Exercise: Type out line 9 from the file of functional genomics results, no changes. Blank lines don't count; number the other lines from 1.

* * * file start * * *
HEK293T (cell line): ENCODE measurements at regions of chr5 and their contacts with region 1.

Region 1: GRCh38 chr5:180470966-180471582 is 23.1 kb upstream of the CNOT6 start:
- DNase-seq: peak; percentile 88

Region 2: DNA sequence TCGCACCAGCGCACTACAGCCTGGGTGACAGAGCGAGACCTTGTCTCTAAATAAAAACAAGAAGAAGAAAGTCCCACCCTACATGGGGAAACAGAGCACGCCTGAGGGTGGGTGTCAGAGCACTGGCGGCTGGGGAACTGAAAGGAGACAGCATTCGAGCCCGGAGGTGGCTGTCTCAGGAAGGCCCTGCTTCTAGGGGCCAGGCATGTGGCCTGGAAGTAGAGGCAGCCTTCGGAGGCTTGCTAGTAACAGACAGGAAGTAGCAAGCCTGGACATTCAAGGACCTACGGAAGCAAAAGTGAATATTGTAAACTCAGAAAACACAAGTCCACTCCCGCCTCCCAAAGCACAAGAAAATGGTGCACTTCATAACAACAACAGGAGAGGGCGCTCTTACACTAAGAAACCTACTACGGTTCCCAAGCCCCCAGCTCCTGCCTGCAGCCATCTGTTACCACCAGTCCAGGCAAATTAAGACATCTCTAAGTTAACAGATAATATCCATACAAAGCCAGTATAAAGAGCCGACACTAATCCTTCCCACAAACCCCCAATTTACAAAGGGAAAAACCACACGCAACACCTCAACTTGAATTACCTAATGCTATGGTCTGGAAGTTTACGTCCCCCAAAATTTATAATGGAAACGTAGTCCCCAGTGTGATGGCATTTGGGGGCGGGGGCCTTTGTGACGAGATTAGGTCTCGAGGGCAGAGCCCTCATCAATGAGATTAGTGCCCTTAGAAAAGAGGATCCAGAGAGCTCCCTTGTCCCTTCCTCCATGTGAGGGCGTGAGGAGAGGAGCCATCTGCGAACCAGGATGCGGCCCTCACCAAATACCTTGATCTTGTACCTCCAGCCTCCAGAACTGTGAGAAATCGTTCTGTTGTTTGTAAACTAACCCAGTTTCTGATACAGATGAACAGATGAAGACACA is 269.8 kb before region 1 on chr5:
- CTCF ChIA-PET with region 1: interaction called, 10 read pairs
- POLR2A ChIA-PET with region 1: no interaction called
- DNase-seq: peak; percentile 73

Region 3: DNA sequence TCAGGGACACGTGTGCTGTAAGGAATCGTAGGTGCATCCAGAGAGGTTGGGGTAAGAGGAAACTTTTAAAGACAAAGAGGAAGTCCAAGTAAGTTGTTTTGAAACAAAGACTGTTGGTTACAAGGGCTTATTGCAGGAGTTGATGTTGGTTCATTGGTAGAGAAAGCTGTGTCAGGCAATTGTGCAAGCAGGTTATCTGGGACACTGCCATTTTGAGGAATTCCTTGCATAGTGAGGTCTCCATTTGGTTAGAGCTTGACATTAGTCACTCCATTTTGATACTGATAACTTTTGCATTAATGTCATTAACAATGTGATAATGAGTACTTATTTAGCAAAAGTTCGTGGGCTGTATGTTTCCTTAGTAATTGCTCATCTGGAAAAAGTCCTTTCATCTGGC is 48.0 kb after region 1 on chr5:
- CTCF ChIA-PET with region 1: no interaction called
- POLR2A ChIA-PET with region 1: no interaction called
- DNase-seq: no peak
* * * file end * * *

- CTCF ChIA-PET with region 1: no interaction called